I've tried an awful lot of toys and tweaks in my quest for better bread. But Eric's (ehanner) claim that he doesn't see any benefit to using a baking stone and the recent post asking about La Cloche versus a Dutch oven got me thinking: Each new trick I've learned about has been added on top of all the other tricks I've adopted. It sounds like what happens with government programs - If the one we have isn't doing the job, we don't trash it or improve it. We just create a new one to run beside the old one. I call it "Planning by Acretion."
Sooooo ... I made a batch of Anis Bouabsa baguettes. I made them more highly hydrated than usual - about 80% hydration, rather than 75%. I used the same method of mixing and fermentation as usual. They proofed for 45 minutes. They were so slack, I didn't even try scoring them.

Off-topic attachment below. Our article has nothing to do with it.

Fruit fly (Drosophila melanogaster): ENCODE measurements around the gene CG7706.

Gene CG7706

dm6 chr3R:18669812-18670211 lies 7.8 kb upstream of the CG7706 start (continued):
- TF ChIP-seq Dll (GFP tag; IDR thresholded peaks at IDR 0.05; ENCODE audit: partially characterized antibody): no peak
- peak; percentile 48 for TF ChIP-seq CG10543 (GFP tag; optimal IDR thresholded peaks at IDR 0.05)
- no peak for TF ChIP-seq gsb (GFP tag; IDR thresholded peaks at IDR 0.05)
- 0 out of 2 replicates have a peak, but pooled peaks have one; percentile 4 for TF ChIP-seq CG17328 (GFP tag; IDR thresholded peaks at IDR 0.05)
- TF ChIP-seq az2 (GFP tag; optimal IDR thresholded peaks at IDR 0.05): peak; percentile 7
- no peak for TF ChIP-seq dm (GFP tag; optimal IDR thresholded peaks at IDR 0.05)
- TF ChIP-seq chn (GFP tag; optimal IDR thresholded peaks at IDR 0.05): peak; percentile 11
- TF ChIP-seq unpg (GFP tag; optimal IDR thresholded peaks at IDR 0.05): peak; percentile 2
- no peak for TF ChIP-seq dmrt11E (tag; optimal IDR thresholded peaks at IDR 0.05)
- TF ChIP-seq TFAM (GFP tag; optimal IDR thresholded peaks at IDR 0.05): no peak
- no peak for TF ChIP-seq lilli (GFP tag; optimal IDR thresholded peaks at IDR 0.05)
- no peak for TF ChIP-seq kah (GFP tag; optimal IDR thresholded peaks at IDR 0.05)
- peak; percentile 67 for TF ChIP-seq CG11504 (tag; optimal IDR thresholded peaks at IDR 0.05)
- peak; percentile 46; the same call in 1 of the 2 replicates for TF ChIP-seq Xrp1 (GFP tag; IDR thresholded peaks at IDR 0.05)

Now, here's the big difference: I did not use a baking stone. I did not humidify the oven. I baked on a heavy sheet with parchment, and I covered the loaves with a cheapo aluminum foil baking pan for 10 minutes at 500F, then baked at 480F for another 15 minutes.
Like this ...
Covered and ready to go in the oven
Baked and cooling
I'll add a crumb photo later.
Pretty nice results, I'd say. Certainly worth more trials with different breads.
On the other hand, there are other things that I would never want to make without my 7 quart Le Creuset enameled cast iron pot. For example, tonight's dinner.
Chicken & Dumplings